On November 17, 2001, at 1115 central standard time, a Cessna 172M, N4380R, piloted by a student pilot, sustained substantial damage during a landing and subsequent nose over at a private airstrip near Vandalia, Missouri. The north-south oriented turf runway is about 2,500 feet long by 200 feet wide, and the landing was made to the north. The 14 CFR Part 91 solo instructional flight was not on a flight plan and was operating in visual meteorological conditions. The student pilot received minor injuries. The local flight originated at an undetermined time. Use your browsers 'back' function to return to synopsisReturn to Query Page
In a written statement, the pilot said that he was performing touch and go's and was landing on runway 36 at the private airstrip. He said that he had performed three touch and go's without incident. He said that on the fourth attempt he landed in a nose up attitude. He said that during the rollout, the airplane nose lowered, and then the airplane shuddered. He said that the airplane then came to a stop and nosed over.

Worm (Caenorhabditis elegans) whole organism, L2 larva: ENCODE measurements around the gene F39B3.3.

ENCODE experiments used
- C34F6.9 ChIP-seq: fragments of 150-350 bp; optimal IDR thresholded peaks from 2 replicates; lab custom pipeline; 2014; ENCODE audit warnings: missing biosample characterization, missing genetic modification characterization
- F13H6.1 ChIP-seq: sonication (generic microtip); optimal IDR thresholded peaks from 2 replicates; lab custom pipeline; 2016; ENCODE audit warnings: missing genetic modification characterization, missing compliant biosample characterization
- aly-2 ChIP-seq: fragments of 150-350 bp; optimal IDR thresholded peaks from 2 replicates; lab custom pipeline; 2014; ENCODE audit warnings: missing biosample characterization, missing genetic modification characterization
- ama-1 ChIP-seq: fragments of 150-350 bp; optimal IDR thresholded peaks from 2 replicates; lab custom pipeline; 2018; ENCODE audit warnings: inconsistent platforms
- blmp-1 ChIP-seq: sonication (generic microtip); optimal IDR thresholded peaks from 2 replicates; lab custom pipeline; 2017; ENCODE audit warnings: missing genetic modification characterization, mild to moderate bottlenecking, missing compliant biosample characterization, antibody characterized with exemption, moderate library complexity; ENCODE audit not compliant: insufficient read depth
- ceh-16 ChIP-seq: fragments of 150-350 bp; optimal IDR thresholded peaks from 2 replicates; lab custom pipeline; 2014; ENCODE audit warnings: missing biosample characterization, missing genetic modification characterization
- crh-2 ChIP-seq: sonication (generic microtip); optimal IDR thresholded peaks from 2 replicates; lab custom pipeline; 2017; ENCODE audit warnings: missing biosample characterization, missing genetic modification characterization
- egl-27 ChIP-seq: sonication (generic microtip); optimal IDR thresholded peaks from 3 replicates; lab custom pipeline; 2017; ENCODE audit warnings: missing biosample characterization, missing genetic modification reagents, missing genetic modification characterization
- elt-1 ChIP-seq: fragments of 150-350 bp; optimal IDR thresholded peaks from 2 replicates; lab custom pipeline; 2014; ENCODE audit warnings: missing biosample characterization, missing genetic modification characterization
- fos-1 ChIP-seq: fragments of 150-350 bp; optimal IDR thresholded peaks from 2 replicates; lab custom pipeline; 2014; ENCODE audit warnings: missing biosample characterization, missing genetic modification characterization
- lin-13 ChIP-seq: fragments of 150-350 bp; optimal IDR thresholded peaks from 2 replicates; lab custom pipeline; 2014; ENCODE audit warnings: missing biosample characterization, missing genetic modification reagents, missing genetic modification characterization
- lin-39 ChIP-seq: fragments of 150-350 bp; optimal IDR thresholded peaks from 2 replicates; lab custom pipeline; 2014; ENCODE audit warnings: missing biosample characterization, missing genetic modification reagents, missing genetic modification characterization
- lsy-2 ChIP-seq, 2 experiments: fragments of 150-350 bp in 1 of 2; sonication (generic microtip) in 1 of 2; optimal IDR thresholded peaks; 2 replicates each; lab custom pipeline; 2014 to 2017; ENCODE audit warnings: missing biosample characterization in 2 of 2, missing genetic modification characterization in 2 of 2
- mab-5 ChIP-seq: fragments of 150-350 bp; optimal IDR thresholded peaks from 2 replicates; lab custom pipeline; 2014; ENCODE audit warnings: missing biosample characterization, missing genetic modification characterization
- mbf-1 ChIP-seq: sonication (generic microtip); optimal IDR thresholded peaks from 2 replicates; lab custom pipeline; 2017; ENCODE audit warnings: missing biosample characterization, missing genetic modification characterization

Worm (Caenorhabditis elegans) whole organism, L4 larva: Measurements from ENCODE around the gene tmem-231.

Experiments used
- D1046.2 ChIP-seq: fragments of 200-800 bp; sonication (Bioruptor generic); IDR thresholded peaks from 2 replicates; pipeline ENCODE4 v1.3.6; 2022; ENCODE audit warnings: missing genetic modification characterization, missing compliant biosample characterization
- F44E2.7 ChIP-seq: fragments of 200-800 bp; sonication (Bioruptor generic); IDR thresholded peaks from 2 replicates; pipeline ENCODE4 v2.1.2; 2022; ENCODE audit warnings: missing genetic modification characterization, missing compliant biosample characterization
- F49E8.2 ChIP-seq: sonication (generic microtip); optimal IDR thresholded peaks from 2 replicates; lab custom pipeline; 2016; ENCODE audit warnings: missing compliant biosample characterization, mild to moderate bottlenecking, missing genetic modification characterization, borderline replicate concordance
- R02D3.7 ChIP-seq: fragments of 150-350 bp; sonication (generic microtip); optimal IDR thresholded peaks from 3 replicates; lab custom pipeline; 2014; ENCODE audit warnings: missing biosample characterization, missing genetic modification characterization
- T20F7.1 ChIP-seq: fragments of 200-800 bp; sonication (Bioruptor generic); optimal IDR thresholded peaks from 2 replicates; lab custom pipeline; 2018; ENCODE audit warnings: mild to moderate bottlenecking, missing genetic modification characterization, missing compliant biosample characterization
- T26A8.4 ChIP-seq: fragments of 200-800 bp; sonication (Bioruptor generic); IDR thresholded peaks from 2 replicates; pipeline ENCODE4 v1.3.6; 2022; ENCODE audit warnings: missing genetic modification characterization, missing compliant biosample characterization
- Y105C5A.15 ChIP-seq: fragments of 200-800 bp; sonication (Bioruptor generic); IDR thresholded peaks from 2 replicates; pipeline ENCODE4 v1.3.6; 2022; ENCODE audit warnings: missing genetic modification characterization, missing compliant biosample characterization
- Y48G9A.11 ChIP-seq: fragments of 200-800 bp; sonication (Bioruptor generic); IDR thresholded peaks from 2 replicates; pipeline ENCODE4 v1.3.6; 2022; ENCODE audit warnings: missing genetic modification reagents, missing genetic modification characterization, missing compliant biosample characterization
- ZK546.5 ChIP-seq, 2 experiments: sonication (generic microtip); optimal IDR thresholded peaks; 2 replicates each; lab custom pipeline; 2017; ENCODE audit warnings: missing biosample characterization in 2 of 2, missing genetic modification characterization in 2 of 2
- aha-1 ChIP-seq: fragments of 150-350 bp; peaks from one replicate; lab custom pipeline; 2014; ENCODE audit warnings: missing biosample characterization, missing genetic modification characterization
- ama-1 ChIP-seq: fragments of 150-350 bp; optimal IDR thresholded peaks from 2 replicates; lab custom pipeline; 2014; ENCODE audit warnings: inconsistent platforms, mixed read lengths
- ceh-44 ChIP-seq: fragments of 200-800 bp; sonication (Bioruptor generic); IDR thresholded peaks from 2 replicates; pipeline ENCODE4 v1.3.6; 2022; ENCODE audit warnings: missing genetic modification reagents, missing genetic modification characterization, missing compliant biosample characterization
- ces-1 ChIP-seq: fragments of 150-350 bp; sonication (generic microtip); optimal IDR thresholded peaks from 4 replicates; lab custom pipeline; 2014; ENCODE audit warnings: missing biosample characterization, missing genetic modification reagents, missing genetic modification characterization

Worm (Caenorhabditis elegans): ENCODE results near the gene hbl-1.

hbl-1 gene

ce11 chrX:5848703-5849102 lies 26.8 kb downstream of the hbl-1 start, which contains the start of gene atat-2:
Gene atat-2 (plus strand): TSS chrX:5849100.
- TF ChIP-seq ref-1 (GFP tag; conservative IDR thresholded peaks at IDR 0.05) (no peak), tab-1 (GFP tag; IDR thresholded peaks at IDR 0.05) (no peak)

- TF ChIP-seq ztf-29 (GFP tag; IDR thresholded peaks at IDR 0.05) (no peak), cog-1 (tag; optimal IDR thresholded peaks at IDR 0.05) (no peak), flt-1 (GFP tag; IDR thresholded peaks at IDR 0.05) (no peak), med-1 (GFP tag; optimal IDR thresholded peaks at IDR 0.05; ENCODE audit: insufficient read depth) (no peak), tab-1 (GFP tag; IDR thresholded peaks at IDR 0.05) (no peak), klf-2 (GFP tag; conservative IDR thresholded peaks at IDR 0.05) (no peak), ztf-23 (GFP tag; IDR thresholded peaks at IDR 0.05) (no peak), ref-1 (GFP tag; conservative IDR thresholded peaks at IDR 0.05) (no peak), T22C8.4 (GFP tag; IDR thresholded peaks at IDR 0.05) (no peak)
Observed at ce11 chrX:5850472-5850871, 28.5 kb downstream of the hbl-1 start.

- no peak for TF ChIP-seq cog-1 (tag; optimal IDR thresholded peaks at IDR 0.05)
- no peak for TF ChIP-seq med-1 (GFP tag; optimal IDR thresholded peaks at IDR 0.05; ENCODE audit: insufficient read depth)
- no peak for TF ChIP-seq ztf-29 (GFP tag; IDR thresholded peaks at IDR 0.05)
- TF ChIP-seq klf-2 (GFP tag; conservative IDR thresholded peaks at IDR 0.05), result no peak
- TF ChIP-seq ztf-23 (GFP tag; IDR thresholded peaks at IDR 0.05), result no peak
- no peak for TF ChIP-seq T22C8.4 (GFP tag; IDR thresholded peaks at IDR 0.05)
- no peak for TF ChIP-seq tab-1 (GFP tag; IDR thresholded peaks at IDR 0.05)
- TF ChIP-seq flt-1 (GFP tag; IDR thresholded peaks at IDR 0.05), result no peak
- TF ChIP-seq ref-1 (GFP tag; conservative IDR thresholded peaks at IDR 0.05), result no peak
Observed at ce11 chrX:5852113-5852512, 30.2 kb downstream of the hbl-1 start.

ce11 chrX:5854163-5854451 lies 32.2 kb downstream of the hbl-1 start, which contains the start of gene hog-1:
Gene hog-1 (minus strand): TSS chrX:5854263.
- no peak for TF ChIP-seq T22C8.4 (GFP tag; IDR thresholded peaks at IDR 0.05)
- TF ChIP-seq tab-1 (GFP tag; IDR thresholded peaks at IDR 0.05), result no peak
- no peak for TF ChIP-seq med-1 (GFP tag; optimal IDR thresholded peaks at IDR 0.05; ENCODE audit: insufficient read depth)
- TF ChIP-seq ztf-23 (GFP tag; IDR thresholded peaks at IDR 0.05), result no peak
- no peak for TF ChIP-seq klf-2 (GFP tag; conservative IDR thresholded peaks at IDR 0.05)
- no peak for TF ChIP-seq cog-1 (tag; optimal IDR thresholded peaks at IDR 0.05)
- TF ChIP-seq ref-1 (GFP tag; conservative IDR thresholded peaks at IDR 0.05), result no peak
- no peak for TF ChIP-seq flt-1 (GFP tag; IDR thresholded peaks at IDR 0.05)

A postaccident examination of the airplane and wreckage area revealed the nose landing gear fork broken in two places. The nose wheel and portions of the fork were found about 100 yards in front of the airplane. The fork was examined and the fracture surfaces exhibited signatures consistent with overload failure. The fork ears were bent to the left. No other anomalies were found with respect to the airplane or its systems.